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Wine with Verdicchio Grapes

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The Verdicchio is a 100% Italian white vine variety. Being one of the country’s finest white varieties, the Verdicchio is cultivated in a small region of Marche in central Italy.

It is a versatile variety, used both for quick wines or age worthy ones. Critics applaud the use of its wine and categorize as one of Italy’s best white grapes.

Historically, the grape has been in existence at least since the 14th century. Its origins could be in the Veneto region where it’s called in a different name. The vine could have been brought to the Marche region by Venetians escaping the deadly plague that terrorized Europe in the middle ages.

Wine grape varieties

The grape adapted quite well to the hilly terrain of Marche and is now found across Italian vineyards.

This grape is also used to produce some popular white wines of Italy as they have been discussed below.

Wine regions

Verdicchio is a cent percent Italian produce and is to be found nowhere except Italy. Being a well known white variety, other wine nations have not yet adapted it for their needs.

Two DOCs in Marche region – Verdicchiodei Castelli di Jesi and Verdicchio di Matelica produce the biggest quantity of Verdicchio wines.

The former DOC is perhaps the most popular region with production of 100% pure Verdicchio wines being its specialty, although rules require a minimum of 85% Verdicchio content.

And however close the two DOCs might be, the wines produced have varying flavors and characteristics that depends on soil, climate and elevation.

The Jesi zone is more elevated than the latter, which is characterized by its proximity to the mountainous regions of Apennine hills.

Also, the Jesi zone is more open to the sea and has rich deposits of clay and calcium while Matelica has more of mineral deposits.

Origins of Verdicchio

Verdicchio is certainly an indigenous Italian variety, although it could have been brought by refugees from Venice when the plague struck in the 14th century.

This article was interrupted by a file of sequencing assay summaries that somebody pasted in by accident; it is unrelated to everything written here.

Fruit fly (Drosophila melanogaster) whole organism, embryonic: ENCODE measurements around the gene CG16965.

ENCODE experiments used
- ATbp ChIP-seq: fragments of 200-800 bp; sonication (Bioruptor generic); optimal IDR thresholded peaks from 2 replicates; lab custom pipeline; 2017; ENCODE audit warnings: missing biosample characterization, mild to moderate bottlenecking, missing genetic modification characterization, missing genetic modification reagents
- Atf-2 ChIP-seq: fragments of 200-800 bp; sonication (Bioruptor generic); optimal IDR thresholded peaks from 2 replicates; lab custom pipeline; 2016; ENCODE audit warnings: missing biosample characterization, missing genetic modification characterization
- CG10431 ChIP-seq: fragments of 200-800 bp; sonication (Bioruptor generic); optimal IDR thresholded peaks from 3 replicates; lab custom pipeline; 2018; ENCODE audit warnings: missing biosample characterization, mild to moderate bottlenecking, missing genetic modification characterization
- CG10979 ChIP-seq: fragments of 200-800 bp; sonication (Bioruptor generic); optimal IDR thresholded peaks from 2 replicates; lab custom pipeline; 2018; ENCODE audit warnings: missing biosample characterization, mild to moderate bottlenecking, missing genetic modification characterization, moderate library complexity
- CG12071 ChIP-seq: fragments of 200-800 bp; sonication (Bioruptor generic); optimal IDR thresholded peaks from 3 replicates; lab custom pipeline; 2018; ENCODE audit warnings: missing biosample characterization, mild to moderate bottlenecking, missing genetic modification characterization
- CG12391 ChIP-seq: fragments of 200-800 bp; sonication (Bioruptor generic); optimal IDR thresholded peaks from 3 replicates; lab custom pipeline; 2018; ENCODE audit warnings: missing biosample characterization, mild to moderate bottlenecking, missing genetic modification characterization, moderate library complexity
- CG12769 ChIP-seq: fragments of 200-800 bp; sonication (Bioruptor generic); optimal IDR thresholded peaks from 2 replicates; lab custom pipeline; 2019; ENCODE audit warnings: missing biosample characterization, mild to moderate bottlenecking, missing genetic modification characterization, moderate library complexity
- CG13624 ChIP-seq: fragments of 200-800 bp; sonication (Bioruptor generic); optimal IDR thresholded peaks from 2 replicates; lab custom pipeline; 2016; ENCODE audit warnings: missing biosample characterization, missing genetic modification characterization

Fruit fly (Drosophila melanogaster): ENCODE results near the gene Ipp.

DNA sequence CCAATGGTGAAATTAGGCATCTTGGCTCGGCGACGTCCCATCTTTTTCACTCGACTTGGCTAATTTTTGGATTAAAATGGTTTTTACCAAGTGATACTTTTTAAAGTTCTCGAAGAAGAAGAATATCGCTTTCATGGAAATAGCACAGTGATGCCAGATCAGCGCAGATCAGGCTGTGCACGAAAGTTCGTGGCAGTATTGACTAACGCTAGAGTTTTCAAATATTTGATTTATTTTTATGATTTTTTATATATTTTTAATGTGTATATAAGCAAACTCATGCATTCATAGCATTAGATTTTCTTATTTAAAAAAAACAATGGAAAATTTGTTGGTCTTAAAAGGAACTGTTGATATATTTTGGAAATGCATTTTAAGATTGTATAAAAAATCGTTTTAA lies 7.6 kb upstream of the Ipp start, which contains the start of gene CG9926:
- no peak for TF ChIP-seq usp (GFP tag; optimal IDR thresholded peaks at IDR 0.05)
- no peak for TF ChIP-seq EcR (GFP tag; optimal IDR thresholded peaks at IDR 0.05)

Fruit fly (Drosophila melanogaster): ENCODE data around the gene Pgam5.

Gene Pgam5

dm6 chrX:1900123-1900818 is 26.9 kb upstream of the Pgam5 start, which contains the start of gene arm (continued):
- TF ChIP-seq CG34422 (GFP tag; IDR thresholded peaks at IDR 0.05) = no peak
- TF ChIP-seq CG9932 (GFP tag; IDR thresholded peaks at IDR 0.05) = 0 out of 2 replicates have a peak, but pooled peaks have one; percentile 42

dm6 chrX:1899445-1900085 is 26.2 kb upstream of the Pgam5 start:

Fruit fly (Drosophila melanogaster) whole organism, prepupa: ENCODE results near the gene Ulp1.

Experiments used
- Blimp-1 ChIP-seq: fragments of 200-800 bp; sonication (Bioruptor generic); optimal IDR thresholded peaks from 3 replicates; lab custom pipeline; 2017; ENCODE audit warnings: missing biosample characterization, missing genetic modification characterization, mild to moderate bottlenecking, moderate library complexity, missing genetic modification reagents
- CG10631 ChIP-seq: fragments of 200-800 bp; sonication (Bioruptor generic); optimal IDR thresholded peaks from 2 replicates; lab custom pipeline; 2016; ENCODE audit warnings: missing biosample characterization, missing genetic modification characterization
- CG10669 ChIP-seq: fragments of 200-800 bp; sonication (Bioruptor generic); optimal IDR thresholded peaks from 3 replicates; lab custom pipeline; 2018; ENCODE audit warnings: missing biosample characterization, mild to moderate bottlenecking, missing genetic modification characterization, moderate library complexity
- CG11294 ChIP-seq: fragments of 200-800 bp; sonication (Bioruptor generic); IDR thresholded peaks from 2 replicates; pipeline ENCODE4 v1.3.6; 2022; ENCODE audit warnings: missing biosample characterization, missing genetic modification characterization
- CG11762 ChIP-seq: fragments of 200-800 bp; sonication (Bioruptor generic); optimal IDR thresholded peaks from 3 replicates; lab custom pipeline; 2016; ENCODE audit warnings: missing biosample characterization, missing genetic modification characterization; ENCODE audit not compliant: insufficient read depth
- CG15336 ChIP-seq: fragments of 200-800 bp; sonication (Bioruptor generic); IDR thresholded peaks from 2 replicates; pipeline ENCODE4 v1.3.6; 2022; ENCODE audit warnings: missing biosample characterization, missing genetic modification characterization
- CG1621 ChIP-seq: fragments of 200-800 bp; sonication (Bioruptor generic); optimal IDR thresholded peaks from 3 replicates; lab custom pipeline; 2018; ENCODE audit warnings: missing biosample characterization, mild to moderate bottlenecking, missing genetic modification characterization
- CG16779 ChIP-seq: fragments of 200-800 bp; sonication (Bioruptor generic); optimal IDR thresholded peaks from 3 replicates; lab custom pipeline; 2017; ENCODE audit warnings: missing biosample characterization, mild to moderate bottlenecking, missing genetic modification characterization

The immigrants brought with them plants and animals among which this variety accompanied them. Records and evidences do exist of monks and common people describing the grape.

This variety also was one of the greatest during the 1970’s and 1980’s. Surviving statistical figures suggest that this was the 15th most popular white variety in the world, way ahead than the present leader in white varieties – Chardonnay.

It was also ahead of Pinot Noir, Sauvignon Blanc and Sangiovese. However, despite of its proud former glory, the variety lost to the competition when several of these above listed grapes started gaining huge popularity in the white variety market.

Today, Chardonnay remains unbeatable.

Genetically, this grape has a lot of similarities with the Trebbiano and Greco varieties. Clones of Trebbiano and Geco also show close similarities with verdicchio suggesting that at some point of time, this could have been resulted as a cross between these two.

Considering that, Verdicchio is not fully an indigenous grape as most assert it to be.

Verdicchio wines

There are some 13 Verdicchio wines that seem to be very popular among Italian winemakers.

Among these Colonnara, Andrea Felici, Sartarelli, Umani Ronchi, Collestefano, Stefano Antonucci, Bisci are some of the best Verdicchio wines seen throughout the country.


Verdicchio’s defining characteristics are its high acidity that is so important for sparkling white wines.

Possessing heavy flavors of lemon and grapefruit, Verdicchio is not very fruity or sweet and neither is it very aromatic though it does exhibit aromas of mints and refreshing fresh lime when opened.

This is why these wines are very widely used as blending wines also.

The grape is early budding and ripens quite late and is considered mostly normal to pick just after optimum ripening has been achieved.

Too much ripe and the grape loses its acidity and gives off very natural, grassy flavors. On the contrary, early picked grapes might give off overly bitter trait.

Food pairing

As noted earlier, the Verdicchio wines are citric in flavor and aromas that go along the best with sweet desserts and of course salads.

Use them as a complementary wine to add strength to the otherwise sweet-spicy risotto or a broad bean salad with peanut dressing.


Verdicchio is also called Turbiana

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Michael Bredahl

Michael Bredahl

Wine Writer

Michael is an online enthusiast, with a lot of knowledge about online marketing. Traveling around the world to hunt for the perfect wine. Latest on Sicily, where Etna has a huge impact on the taste, which is strong with a bitter aftertaste for the youngest wines, but older wines are fantastic. Drinking wine, and writing about them, are one the passions. Remember to drink responsibly 🙂

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